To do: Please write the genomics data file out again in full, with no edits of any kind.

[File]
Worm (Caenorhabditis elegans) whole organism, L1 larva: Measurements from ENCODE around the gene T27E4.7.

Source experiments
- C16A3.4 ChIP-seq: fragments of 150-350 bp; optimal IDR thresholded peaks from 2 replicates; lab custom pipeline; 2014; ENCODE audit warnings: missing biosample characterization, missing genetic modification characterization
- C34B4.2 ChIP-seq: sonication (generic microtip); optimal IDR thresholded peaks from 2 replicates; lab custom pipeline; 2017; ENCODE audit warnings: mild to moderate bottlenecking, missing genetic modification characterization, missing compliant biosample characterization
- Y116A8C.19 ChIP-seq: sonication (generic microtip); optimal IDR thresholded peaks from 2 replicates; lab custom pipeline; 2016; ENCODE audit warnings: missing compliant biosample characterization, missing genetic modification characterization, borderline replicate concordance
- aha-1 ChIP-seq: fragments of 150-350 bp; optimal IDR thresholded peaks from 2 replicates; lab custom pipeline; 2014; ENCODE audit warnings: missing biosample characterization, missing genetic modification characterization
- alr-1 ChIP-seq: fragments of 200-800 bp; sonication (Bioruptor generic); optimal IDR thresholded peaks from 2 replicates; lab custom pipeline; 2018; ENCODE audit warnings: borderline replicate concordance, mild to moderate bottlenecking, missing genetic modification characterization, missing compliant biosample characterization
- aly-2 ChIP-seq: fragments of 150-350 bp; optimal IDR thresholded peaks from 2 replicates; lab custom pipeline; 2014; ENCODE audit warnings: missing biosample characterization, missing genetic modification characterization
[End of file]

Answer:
Worm (Caenorhabditis elegans) whole organism, L1 larva: Measurements from ENCODE around the gene T27E4.7.

Source experiments
- C16A3.4 ChIP-seq: fragments of 150-350 bp; optimal IDR thresholded peaks from 2 replicates; lab custom pipeline; 2014; ENCODE audit warnings: missing biosample characterization, missing genetic modification characterization
- C34B4.2 ChIP-seq: sonication (generic microtip); optimal IDR thresholded peaks from 2 replicates; lab custom pipeline; 2017; ENCODE audit warnings: mild to moderate bottlenecking, missing genetic modification characterization, missing compliant biosample characterization
- Y116A8C.19 ChIP-seq: sonication (generic microtip); optimal IDR thresholded peaks from 2 replicates; lab custom pipeline; 2016; ENCODE audit warnings: missing compliant biosample characterization, missing genetic modification characterization, borderline replicate concordance
- aha-1 ChIP-seq: fragments of 150-350 bp; optimal IDR thresholded peaks from 2 replicates; lab custom pipeline; 2014; ENCODE audit warnings: missing biosample characterization, missing genetic modification characterization
- alr-1 ChIP-seq: fragments of 200-800 bp; sonication (Bioruptor generic); optimal IDR thresholded peaks from 2 replicates; lab custom pipeline; 2018; ENCODE audit warnings: borderline replicate concordance, mild to moderate bottlenecking, missing genetic modification characterization, missing compliant biosample characterization
- aly-2 ChIP-seq: fragments of 150-350 bp; optimal IDR thresholded peaks from 2 replicates; lab custom pipeline; 2014; ENCODE audit warnings: missing biosample characterization, missing genetic modification characterization